The latest battle between a TV network and a cable provider has once again put the consumer smack dab in the middle. CBS and Time Warner Cable have been talking, sparring and haggling over the network's proposed cost per subsriber. Time Warner has been paying under a $1 per subscriber. CBS wants to increase it to $2. Just before midnight on Thursday, the two sides agreed to a temporary extension that sets July 29 at 5 p.m. ET to get a deal done. Had the extension not been agreed upon, Time Warner Cable would have pulled the network off its systems at 6 a.m. today.
Not only does this effect CBS and its owned-and-operated affliates in Dallas, New York and Los Angeles, but it also puts CBS Sports Network and Showtime in jeopardy of being pulled. Time Warner serves customers in 29 states. In addition, Time Warner controls Bright House cable in Florida and a CW affiliate in Tampa, owned by CBS could be pulled as well.
If CBS is pulled in the aforementioned cities and the dispute drags into August and September, it could affect sports programming such as college football, the NFL, PGA Championship and the U.S. Open. And we know sports fans are militant about the possibility of missing games. Now in cities such as Charlotte, Cincinnati, Cleveland, Kansas City, and others where CBS stations are owned by other companies, those affiliates would not be pulled, however, the cable networks would be affected. Got it? Yes, it can be confusing, but it's also frustrating.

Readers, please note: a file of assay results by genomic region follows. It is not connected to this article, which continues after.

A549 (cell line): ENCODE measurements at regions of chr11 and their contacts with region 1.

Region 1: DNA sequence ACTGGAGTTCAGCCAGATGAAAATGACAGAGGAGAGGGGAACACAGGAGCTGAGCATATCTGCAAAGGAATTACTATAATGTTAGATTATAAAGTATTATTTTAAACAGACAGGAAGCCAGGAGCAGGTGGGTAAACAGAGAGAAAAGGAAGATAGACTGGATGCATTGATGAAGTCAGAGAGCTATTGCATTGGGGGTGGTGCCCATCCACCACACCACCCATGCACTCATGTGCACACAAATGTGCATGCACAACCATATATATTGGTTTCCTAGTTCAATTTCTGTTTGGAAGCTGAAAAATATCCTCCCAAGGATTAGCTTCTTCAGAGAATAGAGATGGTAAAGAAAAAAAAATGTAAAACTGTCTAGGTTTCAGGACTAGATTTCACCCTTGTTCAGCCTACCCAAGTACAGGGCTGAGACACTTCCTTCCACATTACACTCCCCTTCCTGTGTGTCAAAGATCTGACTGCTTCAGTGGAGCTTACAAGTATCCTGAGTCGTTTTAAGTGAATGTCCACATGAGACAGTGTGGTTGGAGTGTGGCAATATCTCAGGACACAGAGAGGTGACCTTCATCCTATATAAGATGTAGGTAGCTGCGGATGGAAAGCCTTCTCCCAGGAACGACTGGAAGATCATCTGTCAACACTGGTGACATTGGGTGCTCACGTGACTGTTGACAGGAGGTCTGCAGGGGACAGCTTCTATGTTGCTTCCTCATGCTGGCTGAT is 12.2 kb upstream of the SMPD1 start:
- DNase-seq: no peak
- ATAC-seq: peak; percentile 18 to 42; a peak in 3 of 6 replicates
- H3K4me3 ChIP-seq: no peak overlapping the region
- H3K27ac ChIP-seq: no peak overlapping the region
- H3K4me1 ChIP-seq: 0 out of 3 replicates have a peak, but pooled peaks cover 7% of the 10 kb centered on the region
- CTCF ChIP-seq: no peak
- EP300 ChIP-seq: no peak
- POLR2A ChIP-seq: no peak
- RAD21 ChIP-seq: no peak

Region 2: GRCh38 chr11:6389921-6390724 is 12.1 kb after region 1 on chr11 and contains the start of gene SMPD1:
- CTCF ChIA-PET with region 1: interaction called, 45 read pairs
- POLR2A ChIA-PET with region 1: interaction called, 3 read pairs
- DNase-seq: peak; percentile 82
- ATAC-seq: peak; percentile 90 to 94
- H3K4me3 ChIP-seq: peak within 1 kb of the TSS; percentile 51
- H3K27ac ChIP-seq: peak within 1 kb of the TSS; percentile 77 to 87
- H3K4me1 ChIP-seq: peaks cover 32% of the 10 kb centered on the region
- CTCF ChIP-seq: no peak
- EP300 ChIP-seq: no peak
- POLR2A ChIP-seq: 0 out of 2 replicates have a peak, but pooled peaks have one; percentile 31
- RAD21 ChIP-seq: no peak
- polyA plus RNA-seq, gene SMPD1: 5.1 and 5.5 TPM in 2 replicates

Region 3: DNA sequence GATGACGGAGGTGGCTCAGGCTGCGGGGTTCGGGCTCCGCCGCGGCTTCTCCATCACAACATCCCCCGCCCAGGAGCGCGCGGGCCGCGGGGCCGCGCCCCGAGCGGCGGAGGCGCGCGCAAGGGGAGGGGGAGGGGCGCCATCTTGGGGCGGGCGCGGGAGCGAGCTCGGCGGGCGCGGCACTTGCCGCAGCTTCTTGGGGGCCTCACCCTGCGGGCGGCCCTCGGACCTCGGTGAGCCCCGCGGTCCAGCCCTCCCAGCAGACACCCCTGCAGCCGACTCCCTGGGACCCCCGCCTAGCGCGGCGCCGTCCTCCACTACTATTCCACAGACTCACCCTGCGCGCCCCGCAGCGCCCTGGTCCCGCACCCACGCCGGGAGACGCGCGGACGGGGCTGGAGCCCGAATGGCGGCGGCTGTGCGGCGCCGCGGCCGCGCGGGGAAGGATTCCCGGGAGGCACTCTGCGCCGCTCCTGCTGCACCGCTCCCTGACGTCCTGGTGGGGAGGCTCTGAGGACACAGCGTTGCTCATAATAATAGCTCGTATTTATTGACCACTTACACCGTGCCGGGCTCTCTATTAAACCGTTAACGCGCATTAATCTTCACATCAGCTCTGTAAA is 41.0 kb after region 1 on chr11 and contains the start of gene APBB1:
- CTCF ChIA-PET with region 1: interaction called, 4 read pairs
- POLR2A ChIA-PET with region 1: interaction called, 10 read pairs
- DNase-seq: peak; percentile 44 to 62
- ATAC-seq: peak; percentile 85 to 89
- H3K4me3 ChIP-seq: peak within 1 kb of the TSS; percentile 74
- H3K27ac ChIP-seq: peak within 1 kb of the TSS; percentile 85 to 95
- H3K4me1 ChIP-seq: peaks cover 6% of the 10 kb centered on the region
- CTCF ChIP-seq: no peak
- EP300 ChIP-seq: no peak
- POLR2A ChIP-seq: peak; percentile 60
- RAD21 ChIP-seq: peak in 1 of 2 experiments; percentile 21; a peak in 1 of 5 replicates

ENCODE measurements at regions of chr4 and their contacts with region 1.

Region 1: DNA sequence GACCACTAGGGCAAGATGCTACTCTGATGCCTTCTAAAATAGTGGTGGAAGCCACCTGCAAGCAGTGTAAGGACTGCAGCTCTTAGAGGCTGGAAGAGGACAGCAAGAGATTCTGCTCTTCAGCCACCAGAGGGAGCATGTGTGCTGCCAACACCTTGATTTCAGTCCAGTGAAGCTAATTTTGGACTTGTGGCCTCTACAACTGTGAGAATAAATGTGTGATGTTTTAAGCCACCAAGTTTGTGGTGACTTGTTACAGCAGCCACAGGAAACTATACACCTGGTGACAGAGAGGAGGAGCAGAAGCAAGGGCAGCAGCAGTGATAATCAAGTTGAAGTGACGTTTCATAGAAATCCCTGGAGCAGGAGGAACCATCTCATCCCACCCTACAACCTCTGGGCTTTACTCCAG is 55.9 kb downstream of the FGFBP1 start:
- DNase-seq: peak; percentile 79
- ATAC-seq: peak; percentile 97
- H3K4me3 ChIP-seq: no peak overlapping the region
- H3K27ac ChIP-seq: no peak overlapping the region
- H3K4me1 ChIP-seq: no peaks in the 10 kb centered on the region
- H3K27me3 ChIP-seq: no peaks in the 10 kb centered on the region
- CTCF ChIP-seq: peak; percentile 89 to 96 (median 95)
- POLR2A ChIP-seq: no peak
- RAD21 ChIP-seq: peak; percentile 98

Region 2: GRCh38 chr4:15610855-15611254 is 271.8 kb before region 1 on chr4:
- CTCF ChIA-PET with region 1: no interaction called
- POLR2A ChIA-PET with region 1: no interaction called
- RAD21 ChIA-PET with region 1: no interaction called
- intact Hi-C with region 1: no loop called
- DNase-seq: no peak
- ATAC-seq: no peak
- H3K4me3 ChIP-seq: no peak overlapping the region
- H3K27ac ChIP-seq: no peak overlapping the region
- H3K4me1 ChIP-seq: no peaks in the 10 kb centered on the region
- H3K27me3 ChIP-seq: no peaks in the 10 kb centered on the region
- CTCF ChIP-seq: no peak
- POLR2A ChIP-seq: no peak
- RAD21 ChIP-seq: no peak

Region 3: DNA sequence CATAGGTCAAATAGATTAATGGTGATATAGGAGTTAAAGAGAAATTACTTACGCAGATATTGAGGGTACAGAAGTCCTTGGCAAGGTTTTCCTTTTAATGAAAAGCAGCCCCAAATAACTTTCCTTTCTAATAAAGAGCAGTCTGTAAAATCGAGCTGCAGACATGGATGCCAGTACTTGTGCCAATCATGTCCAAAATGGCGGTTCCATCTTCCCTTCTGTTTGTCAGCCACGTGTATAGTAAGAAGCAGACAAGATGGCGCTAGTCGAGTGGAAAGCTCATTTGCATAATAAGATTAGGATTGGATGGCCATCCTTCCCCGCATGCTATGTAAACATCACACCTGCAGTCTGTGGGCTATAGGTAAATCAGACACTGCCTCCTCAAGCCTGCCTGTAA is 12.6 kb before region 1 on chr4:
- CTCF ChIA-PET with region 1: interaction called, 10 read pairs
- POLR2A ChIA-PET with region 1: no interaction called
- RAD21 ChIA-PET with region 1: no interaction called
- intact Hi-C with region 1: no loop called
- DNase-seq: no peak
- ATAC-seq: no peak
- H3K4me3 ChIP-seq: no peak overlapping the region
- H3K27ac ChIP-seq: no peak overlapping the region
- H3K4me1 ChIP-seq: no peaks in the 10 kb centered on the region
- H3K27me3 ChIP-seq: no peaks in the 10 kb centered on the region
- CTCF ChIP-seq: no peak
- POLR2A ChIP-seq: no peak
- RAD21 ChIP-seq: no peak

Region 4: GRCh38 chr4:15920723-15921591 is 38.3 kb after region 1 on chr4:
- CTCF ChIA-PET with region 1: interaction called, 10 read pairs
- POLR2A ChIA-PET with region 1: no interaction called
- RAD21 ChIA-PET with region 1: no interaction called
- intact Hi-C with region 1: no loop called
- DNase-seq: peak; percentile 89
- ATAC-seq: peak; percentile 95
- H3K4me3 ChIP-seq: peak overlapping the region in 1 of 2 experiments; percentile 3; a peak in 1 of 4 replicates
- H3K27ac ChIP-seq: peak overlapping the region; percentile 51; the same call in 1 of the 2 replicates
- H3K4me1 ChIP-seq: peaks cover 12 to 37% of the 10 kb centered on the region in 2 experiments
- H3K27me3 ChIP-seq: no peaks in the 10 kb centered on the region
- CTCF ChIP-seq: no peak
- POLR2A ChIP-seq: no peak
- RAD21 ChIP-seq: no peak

When cable providers and networks fight over costs and channels go dark, the consumers lose. They can't watch their channels and are forced to find alternatives to watching their favorite programs.
Back in October 2010, Cablevision and Fox had a two week standoff that led to the Fox-owned stations in New York and Philadelphia getting pulled. Giants and Eagles fans were unable to watch games on Cablevision and the National League Championship Series was pre-empted thanks to the dispute. Both sides finally came to an agreement, but Cablevision issued a harsh statement unhappy with the terms.
Time Warner is suggesting subscribers find other ways to watch the CBS Television Network if the company pulls the signal. However, no viewer wants to go through the extra trouble and cost of buying rabbit ears or finding illegal websites that stream games.
These disputes are silly and it leaves cable customers disillusioned. Hopefully, CBS and Time Warner can come to an agreement before the new deadline. However, it the dispute rages past July 29, there will be a lot of angry subscribers wanting an explanation. Stay tuned.